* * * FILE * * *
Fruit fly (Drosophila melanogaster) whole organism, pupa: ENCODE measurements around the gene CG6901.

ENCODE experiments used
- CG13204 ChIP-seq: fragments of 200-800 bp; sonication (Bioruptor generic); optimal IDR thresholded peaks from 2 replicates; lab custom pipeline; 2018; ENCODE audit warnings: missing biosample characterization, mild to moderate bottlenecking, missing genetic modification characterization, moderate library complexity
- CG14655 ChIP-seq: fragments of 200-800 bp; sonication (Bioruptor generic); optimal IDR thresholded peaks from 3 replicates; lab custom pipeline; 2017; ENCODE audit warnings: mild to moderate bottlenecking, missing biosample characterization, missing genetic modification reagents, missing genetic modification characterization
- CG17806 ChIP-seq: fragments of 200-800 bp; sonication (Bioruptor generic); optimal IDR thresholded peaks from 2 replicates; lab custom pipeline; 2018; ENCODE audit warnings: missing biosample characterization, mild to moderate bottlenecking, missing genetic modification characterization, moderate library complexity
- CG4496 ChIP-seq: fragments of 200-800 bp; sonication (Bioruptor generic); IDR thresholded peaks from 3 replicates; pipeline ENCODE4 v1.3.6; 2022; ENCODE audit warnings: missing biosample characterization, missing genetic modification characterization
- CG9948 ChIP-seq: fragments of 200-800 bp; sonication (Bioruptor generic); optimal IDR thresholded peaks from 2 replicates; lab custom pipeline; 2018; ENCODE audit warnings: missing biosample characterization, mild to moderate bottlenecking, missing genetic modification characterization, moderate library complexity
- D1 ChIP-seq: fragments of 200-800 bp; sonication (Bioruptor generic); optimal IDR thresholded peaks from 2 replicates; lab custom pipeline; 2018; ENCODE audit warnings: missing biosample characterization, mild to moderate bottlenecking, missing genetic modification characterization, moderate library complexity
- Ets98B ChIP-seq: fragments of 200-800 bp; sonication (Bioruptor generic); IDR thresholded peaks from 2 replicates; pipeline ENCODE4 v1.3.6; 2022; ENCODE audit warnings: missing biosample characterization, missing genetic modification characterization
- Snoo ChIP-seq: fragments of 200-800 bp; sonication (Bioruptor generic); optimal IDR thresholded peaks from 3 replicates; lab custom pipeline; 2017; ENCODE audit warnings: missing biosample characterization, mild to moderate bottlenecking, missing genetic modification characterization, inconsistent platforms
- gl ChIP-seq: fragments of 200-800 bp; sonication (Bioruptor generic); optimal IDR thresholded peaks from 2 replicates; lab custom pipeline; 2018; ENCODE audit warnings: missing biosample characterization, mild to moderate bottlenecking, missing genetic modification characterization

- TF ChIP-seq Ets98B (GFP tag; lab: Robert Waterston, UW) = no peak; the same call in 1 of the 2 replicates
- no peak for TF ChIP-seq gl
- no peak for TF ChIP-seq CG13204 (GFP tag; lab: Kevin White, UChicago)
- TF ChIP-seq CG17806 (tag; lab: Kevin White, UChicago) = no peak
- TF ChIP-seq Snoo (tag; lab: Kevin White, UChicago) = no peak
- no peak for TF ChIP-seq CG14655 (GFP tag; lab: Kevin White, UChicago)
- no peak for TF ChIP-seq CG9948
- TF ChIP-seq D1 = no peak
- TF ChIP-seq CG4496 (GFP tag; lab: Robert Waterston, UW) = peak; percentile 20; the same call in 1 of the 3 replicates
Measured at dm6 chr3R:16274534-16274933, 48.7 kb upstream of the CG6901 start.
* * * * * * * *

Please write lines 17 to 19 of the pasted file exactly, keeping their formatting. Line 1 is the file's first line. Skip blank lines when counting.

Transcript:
- no peak for TF ChIP-seq CG14655 (GFP tag; lab: Kevin White, UChicago)
- no peak for TF ChIP-seq CG9948
- TF ChIP-seq D1 = no peak